“Before you can return a verdict against defendant it must appear from a preponderance of the evidence that said defendant was guilty of negligence which proximately caused or contributed to the damage alleged in the complaint to have been sustained by the plaintiff. If you find by a preponderance of the evidence that the accident or explosion was solely and proximately caused by a person or persons over whose acts defendant had no control. you must return a verdict in favor of defendant.” (Underscoring added.)

“Defendant was not, at the time and place here in question, an insurer of the person of the plaintiff, or of anyone else, and was only liable to the plaintiff in the event that some negligent act or omission on its part proximately caused his injuries. Accordingly, if you find by a preponderance of the evidence that some person, other than said defendant, interfered with defendant's gas mains and pipes so as to cause the same to leak or allow or permit of the escape of gas therefrom, and that defendant did not, or in the exercise of ordinary care could not have had notice of the fact that gas was escaping therefrom in reasonable time to permit it to repair or remedy the cause of the leak (if you find such to be the fact) and such escaping gas proximately caused the injuries sustained by plaintiff, then your verdict must be in favor of the defendant.” (Underscoring added.)

This proposition is tenable. The trial judge did not give any instructions to the jury upon defendant's theory of the case as requested by defendant in the instructions set forth, supra.

The following rules are applicable to the instant case:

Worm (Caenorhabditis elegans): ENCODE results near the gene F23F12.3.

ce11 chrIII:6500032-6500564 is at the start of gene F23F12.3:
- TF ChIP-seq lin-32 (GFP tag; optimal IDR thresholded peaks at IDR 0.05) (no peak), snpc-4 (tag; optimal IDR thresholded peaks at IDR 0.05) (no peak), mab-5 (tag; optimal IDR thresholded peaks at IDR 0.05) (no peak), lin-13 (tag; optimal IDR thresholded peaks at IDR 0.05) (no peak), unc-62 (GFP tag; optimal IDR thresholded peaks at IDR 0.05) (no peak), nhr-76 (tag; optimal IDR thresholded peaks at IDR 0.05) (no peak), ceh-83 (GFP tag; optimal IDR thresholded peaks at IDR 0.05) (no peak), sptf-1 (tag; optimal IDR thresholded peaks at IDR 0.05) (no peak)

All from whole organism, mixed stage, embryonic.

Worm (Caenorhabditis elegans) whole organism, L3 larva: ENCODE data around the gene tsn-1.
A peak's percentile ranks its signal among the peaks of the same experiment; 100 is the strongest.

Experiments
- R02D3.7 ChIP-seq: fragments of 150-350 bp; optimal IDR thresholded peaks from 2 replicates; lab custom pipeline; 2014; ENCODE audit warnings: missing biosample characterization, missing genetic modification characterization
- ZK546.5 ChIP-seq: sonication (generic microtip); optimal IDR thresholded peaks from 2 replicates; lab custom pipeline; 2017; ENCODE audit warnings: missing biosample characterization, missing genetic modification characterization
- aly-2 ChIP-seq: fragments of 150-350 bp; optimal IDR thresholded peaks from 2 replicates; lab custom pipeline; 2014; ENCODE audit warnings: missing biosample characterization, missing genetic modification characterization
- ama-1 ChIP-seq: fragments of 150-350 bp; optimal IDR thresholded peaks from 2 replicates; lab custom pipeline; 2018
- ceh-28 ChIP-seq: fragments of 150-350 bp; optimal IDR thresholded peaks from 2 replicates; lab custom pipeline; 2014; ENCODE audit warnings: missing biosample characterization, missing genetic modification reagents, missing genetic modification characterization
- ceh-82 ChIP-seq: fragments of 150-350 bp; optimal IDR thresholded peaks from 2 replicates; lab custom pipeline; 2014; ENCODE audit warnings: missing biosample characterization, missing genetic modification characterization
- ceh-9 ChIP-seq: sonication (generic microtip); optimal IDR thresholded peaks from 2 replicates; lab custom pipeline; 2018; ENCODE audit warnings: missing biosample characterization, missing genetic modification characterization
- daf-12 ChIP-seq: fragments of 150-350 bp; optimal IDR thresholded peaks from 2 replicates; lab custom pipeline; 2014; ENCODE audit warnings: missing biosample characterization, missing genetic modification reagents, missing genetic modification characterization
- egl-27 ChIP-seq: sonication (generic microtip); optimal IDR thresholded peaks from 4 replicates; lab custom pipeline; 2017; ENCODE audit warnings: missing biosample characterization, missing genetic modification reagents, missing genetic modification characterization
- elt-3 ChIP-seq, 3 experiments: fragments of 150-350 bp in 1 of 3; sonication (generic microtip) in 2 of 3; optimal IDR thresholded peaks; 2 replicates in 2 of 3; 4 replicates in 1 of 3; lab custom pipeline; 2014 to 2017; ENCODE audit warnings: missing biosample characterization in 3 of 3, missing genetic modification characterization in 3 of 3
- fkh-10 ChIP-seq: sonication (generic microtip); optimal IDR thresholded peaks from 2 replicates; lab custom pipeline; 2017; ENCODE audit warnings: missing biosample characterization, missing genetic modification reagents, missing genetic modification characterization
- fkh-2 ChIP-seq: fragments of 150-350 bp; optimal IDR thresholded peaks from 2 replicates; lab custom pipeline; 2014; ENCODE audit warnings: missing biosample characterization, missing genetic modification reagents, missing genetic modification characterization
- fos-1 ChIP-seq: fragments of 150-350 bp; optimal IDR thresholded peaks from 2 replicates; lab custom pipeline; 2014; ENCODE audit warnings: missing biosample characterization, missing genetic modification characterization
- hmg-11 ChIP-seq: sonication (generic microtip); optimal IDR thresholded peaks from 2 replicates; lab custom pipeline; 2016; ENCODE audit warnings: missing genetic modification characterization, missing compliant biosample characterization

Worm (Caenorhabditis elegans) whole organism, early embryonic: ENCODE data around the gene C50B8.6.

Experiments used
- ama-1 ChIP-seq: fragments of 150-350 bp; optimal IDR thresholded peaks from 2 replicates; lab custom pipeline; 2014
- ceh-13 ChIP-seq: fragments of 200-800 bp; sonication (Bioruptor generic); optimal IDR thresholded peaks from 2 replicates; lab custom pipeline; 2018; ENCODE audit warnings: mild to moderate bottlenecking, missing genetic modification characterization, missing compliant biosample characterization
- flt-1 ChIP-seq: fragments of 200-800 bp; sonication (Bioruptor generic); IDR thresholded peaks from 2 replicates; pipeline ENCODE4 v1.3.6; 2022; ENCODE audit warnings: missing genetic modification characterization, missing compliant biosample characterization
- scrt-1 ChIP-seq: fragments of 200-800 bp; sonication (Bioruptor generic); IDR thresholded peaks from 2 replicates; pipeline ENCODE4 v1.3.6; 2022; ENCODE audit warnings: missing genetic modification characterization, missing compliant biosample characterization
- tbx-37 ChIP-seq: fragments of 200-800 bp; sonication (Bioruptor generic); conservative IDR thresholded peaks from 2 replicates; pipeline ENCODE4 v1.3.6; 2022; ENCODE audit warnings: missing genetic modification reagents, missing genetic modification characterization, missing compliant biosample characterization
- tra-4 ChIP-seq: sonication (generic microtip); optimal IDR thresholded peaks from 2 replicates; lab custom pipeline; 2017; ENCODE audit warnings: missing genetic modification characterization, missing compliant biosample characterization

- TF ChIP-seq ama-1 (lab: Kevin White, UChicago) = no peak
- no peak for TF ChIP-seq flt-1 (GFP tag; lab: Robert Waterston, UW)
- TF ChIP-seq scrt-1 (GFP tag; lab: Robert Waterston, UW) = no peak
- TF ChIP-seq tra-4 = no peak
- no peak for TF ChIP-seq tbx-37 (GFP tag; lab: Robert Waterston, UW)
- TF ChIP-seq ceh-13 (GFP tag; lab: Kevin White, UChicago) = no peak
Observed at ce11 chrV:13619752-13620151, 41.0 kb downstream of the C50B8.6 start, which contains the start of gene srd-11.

(1) A defendant is not liable for injuries resulting solely from acts of a person or persons other than the defendant, its agents, or employees.

(2) A litigant is entitled to have the jury instructed upon any theory of the case which is based upon the pleadings and which finds substantial support in the evidence. (Bickford v. Pacific Electric Ry. Co., 120 Cal.App. 542, 548, 8 P.2d 186; Raymond v. Hill, 168 Cal. 473, 479, 143 P. 743.)

(3) The failure to give a requested instruction relative to a pleaded issue which finds substantial support in the evidence constitutes prejudicial error. (Stanton v. French, 83 Cal. 194, 196, 23 P. 355; 24 Cal.Jur. (1926), 833, § 96.)

Applying the foregoing rules to the facts of the instant case, we find from the evidence that there was testimony which would have sustained a finding of the jury that the gas which found its way into the manhole in which plaintiff was injured escaped as a result of the damage which a mechanical ditch digger, operated by the sewer contractor, made when it struck defendant's service pipe located on Friends Street. If this was true, obviously defendant was not liable for the injury which plaintiff received. Defendant having requested proper instructions upon this theory of the case as set forth above, it was prejudicial error for the trial judge not to give such instructions or their equivalent.

The doctrine of res ipsa loquitur is not applicable to the facts of the instant case, for the reason that the manhole in which plaintiff received his injury was not under the control of the defendant, the rule being established in California that the doctrine of res ipsa loquitur is inapplicable unless the instrumentality which causes the injury is under the exclusive control of the party against whom the rule is invoked. (Hohnemann v. Pacific Gas & Electric Co., 35 Cal.App.2d 597, 603, 96 P.2d 350.)

For the foregoing reasons the judgment is reversed.

McCOMB, Justice.

MOORE, P. J., and HANSON, Justice pro tem., concurred.